Robertson’s Fiscal Policy Statement Sets Up 2022 Economic Battle
The government will eagerly await the official growth figures expected today after Finance Minister Grant Robertson paved the way for the major economic battles of 2022, injecting an additional $ 6 billion into next year’s budget on last day of parliamentary sitting before Christmas.
In the annual budget policy statement that sets out the government’s priorities for the next budget, Robertson announced that the annual operating allocation – new spending – in next year’s budget would be increased by an additional $ 6 billion for cover massive government health costs. overhaul and various climate policies.
The boost brings planned government spending in 2022 to $ 128 billion, more than $ 58 billion more than in 2017, when Labor first took the seats of the Treasury. But a booming economy and higher than expected tax levies mean a budget surplus is now expected by 2023 instead of 2026.
While Robertson made an effort to emphasize that the money was one-time and would drop to $ 4 billion and then $ 3 billion over the next three years, he set the stage for the great economic debates of 2022: spending, debt and inflation. Statistics New Zealand will release the latest GDP figures this morning.
* Grant Robertson announces new climate emergency fund and $ 6 billion in new spending for the 2022 budget
* Prospects for upgrading the Treasury: lower unemployment, more taxes, less debt
* Budget 2020: the government unveils a $ 50 billion Covid-19 fund to keep the economy above water
The opposition lambasted the government for its spending figures, which Robertson vigorously defended as making up for years of underinvestment.
“Improved macro-budgets like higher taxes and lower expected net debt to the Crown are all fine, but that does not go with Kiwi families who are burnt by price hikes that far outweigh increases in kiwifruit. salary, “said Simon Bridges, spokesperson for the financial opposition. noted.
The ACT, which has campaigned for months on the cost of living, also criticized the government for pushing up prices, noting that inflation will be three times higher next year than budgeted.
âLabor’s response to Covid-19 has been driven by a swift blow of cheap credit and borrowed money. This money is now flowing through the economy and pushing up the price of everything,â said the head of the ACT, David Seymour.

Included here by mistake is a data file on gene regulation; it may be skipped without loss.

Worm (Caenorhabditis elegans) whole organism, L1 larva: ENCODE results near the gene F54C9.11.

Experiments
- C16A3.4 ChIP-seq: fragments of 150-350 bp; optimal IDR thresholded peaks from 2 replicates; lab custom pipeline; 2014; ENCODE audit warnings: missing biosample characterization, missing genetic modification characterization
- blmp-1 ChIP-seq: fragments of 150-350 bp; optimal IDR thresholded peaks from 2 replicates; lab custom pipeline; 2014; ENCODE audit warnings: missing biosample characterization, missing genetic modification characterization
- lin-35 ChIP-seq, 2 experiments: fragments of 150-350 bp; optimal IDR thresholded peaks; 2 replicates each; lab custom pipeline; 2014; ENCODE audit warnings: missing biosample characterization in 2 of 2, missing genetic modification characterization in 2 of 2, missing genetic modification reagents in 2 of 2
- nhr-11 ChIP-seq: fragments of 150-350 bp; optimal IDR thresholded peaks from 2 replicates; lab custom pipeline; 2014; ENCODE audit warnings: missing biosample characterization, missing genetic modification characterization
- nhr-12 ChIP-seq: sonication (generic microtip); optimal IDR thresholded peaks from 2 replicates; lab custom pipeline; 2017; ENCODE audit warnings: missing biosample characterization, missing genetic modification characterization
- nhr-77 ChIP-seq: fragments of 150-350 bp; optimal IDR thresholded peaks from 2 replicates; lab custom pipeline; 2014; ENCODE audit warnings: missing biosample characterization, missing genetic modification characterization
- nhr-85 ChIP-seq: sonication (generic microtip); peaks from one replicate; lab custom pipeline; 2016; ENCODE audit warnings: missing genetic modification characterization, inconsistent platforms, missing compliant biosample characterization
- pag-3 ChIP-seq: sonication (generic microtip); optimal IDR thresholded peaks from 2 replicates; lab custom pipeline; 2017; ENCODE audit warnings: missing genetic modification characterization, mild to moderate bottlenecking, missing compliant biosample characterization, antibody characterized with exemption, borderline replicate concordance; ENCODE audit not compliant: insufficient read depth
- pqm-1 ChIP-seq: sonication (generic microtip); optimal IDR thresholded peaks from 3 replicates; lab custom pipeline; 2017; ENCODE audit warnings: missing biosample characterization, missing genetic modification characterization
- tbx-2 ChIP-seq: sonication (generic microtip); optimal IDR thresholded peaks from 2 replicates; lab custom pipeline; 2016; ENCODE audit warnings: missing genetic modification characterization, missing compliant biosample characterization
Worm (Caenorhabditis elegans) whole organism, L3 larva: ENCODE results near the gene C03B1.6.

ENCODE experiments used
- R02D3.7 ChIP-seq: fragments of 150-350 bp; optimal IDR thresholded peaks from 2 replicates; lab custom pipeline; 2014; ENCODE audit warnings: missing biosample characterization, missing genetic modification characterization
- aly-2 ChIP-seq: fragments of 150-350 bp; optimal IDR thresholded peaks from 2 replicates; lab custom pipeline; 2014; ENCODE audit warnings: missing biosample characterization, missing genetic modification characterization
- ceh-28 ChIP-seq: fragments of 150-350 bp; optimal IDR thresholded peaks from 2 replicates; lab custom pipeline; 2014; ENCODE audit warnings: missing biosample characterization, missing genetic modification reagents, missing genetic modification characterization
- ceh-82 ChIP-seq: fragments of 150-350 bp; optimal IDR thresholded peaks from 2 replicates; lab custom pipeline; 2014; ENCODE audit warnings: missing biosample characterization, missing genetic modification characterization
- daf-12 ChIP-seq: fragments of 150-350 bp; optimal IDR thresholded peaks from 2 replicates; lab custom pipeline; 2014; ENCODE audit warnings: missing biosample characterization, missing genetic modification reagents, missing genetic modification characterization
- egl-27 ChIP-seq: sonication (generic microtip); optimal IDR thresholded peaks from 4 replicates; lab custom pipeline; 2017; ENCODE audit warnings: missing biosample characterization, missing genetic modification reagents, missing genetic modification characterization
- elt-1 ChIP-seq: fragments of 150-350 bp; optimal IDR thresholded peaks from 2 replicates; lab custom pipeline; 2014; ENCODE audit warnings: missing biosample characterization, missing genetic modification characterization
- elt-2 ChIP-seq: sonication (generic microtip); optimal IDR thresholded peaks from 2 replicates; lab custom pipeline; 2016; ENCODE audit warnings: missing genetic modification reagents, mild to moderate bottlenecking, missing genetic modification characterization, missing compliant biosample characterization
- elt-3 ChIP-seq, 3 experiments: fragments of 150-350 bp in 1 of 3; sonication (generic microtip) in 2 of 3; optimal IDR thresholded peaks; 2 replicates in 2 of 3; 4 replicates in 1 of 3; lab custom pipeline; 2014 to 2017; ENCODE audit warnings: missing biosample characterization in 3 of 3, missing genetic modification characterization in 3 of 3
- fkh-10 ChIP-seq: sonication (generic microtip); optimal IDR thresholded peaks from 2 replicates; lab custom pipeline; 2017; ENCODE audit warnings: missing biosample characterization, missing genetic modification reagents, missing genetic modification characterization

Inflation issues remain, and the degree to which it has been imported or locally generated, continues to be debated.
“Large increases in public spending can be of concern in an economy with limited capacity, like the one we are in,” Kiwibank economists Jeremy Couchman and Mary Jo Vergara wrote in a note.
âSpending more could simply boost inflation more, forcing the RBNZ to redouble its efforts to cool the economy – with even higher interest rates. But the Treasury noted that in real terms (that is, by suppressing price movements), government spending growth is much quieter.
Robertson has been a strong advocate for the new spending, saying the healthcare system in particular needs longer-term thinking.
âWhat we have as a health system that is in urgent need of repair and reform; decades of underinvestment; a system with 20 DHB which produced neither effective health results nor efficient expenditure must now be reset. “
Robertson wouldn’t question if much of the money would be used to write off the board of health’s current deficits, but it seems like a strong possibility.
“We are dealing with a specific set of reforms which require the investment that we are going to make in order to give our health system the best possible chance of being able to function at its basic level.”
âWe could continue to make short-term decisions or we could face the challenges of doing somethingâ¦ the health sector matters in everyone’s life in New Zealand. We have to put it on a stable basis, âhe said.
The government will also establish a new climate emergency response fund, “which will be earmarked for initiatives that help us meet our climate change goals,” said Robertson.
It will take $ 4.5 billion over the next four years, which should be generated by the emissions trading system. In the May budget, the government made a commitment to use any proceeds from the emissions trading system to address climate change.
The fiscal policy statement was released along with the semi-annual economic and financial update.
Thanks to stronger-than-expected economic growth and higher inflation, the government’s books are now expected to be in better shape than forecast in the May budget.
Core Crown debt is now expected to peak at $ 18.7 billion less than expected in May, at 40.1% of gross domestic product. The Treasury predicts that it will fall back to 30.2% by 2026.
Unemployment is expected to fall further to 3.1 percent from its already low level of 3.4 percent.